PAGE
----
Association debuts collaboration, e-learning hub aimed at C-suite

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By Kimberly Ketover

Challenge: The Document Management Industries Association (DMIA) serves more than 1,600 organizations that market forms, business printing and document management products and services. While the association has provided e-learning courses and conferences for years, it had had trouble targeting upper-level management.

“It’s difficult to reach out to management, to provide them with learning and e-learning because it’s hard to sit them down,” said Lloyd Tucker, DMIA’s senior director of education. “They like to network, and it’s almost as important as what they learn.”

While these executives recognize the value of conferences for keeping up with current trends and networking, many don’t have the time to devote to a multiday conference at which they must sit through sessions that may or may not contain relevant information.

Solution: Hoping to offer more to their membership, DMIA used 4th Generation Systems, a business consulting firm, last month to create a free online learning community for business leaders. The Community of Achievers, or COA, mimics a conference, but on the user’s schedule.

The program uses podcasts, collaboration and archives “to bring those people the same core values 24/7, 365,” said Dirk Beveridge, president-CEO of 4th Generation.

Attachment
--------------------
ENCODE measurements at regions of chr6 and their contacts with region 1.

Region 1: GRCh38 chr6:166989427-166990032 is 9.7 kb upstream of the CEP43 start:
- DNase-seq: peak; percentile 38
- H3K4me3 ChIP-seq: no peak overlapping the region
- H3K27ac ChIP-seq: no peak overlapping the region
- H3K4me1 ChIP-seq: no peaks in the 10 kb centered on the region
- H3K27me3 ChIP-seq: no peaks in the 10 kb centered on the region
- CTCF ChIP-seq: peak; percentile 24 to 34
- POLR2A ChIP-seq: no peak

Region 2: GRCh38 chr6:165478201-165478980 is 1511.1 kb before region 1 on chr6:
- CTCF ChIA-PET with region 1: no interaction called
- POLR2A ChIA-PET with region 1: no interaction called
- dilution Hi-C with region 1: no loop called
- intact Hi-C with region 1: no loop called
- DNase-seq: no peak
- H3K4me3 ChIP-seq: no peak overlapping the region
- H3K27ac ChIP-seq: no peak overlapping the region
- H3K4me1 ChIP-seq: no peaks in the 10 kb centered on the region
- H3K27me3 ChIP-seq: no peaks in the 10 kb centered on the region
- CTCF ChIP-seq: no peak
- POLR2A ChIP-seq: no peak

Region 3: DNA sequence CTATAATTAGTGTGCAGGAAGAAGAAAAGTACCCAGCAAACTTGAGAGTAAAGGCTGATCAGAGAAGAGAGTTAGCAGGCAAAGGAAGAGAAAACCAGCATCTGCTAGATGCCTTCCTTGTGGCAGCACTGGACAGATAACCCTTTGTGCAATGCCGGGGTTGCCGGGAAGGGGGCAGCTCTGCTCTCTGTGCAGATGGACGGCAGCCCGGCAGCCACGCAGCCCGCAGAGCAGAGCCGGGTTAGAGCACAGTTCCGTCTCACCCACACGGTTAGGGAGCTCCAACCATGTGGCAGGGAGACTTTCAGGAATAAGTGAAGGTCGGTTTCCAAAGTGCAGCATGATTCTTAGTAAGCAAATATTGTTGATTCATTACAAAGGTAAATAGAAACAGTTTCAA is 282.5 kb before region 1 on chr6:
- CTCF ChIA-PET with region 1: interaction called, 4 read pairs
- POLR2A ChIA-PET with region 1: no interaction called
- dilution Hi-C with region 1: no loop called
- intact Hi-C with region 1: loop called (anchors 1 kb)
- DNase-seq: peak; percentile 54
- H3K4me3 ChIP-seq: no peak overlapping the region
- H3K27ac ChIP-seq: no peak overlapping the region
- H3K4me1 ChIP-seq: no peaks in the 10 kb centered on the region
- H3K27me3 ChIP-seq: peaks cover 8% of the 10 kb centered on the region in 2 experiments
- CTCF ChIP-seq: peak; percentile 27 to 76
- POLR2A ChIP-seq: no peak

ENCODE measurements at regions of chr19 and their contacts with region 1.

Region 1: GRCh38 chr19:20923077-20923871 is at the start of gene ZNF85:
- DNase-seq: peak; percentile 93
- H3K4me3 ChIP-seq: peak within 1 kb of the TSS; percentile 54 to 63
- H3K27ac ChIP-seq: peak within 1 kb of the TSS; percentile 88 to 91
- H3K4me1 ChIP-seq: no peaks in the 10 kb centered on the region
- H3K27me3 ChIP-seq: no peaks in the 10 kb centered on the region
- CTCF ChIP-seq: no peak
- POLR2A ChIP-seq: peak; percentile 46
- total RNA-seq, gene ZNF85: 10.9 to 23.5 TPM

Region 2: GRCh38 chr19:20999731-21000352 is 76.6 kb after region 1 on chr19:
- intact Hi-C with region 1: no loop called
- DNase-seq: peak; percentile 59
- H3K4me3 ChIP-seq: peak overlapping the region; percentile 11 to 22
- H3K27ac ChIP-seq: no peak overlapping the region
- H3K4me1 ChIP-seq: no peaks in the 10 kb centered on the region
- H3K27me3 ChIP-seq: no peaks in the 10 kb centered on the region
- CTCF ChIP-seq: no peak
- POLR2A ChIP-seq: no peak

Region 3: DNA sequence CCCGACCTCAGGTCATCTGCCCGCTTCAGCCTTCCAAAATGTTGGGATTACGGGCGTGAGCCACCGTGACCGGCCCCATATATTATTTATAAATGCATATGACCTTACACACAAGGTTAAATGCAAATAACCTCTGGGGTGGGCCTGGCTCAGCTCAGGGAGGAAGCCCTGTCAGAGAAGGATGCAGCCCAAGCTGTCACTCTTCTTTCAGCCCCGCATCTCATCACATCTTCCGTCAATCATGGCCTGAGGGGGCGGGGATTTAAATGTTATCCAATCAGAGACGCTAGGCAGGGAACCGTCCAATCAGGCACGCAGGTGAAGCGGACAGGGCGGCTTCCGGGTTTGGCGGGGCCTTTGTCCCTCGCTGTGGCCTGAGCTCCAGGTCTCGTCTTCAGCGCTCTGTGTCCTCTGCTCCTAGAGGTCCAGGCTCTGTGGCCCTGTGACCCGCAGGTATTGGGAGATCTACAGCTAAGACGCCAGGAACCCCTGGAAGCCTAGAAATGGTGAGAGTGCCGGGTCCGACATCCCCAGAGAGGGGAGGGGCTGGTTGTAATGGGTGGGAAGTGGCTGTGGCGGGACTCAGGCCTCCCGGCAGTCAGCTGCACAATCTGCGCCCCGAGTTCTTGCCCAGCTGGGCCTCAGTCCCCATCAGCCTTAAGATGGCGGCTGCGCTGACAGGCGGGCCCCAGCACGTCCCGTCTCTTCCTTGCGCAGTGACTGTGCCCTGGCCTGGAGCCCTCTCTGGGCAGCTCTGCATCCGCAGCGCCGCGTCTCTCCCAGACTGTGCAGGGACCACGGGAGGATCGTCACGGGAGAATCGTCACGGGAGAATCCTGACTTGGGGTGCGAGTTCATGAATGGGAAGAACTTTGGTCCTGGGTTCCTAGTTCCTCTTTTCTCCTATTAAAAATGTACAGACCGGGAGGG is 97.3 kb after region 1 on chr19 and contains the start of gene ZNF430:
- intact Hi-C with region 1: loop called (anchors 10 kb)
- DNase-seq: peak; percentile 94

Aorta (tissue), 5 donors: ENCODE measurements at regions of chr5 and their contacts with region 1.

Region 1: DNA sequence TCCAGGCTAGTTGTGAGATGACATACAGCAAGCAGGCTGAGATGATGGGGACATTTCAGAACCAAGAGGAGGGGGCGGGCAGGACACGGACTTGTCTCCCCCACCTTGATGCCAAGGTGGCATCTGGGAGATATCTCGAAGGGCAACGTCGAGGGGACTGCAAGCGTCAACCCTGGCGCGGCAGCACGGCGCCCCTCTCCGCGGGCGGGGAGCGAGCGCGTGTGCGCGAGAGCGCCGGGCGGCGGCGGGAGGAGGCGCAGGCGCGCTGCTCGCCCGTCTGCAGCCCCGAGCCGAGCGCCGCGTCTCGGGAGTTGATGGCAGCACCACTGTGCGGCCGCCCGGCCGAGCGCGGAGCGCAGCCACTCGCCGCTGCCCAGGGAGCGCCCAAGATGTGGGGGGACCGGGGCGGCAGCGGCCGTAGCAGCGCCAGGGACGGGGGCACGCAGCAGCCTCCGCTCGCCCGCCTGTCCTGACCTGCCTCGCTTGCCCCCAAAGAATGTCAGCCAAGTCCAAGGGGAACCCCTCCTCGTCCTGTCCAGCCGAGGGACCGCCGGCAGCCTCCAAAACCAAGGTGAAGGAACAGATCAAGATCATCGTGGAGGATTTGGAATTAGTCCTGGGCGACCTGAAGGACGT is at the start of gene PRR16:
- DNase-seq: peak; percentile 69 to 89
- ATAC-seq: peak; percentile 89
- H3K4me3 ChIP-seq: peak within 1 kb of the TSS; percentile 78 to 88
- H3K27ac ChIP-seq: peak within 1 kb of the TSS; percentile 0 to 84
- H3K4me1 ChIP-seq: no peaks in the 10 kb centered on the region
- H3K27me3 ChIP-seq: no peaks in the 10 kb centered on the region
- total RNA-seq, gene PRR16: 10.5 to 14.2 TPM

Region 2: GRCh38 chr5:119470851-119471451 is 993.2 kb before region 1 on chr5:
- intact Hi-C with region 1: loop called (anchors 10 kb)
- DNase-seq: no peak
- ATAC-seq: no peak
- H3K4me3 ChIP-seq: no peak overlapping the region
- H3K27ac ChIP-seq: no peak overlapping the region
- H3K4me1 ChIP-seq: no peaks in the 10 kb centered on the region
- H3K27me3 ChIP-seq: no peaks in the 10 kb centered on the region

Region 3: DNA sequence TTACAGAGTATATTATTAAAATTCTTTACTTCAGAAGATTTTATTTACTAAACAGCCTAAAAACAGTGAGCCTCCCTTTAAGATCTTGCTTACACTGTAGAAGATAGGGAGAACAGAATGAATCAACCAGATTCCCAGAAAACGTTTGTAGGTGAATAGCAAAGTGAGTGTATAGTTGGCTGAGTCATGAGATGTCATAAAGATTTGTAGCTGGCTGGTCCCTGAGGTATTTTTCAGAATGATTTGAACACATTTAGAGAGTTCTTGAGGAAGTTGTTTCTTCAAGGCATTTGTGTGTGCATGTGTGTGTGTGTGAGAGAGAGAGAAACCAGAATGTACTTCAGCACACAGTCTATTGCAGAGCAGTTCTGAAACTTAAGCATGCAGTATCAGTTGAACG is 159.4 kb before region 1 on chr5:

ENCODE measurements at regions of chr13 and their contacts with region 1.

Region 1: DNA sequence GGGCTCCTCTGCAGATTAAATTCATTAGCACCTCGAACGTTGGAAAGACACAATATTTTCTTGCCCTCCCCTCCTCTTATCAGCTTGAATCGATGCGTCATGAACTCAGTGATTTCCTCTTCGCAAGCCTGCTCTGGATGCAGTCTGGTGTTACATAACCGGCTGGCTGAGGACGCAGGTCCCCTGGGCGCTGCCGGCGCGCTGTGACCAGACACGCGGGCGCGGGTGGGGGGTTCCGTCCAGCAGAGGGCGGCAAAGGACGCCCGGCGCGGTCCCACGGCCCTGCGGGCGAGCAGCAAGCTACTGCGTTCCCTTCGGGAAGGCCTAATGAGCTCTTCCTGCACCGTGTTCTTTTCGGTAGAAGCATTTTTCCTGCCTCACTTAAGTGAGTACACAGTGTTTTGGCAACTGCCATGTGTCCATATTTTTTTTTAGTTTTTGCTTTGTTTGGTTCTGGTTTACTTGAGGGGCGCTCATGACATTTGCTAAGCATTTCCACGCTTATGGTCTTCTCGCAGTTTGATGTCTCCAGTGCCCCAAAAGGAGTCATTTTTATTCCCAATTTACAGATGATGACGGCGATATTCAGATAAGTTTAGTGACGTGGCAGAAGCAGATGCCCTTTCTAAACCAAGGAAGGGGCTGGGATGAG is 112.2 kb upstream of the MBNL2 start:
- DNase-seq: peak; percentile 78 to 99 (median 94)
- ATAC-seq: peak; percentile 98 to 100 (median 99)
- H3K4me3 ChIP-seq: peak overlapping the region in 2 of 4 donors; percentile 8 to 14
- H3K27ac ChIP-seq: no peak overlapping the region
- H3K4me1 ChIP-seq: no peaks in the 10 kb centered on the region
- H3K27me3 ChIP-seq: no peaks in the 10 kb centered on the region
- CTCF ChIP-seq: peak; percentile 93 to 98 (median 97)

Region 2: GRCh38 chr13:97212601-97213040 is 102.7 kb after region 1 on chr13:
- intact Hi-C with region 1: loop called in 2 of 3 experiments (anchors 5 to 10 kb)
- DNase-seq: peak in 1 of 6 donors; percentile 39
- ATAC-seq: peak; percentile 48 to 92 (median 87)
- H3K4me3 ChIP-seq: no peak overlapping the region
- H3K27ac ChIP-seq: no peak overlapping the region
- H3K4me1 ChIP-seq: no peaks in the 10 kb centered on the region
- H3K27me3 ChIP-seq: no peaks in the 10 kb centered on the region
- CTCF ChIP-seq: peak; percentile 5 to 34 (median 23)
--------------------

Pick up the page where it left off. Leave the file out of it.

The site offers podcast interviews with business leaders sharing secrets of what has worked for them, a section of instructions on how to implement those suggestions, lists of the tools companies and leaders are using, an exchange ideas on how to use the ideas from the podcasts and finally a section to network with all the senior executives using the site. The site can be accessed from any computer platform at anytime.

While DIMA still uses traditional conferences, Tucker said he thinks COA is an important addition for its membership. “It’s education that they [executives] will absorb,” he said. About 50 DMIA members have used COA to date.

Although podcasts and Webinars aren’t new, Beveridge said DMIA’s implementation of COA is an industry first because it was developed in-house. Nowhere is there an integrated community developed around promoting collaboration, he said. “From the association point of view, they need to provide new, cutting-edge, effective resources for the Web site and drive retention,” Beveridge said.

Results: DMIA introduced COA in April at its spring conference, which draw 160 in-person attendees and 40 to 50 registrants for COA. According to Beveridge’s calculations, about 10 DMIA members register for COA every day.

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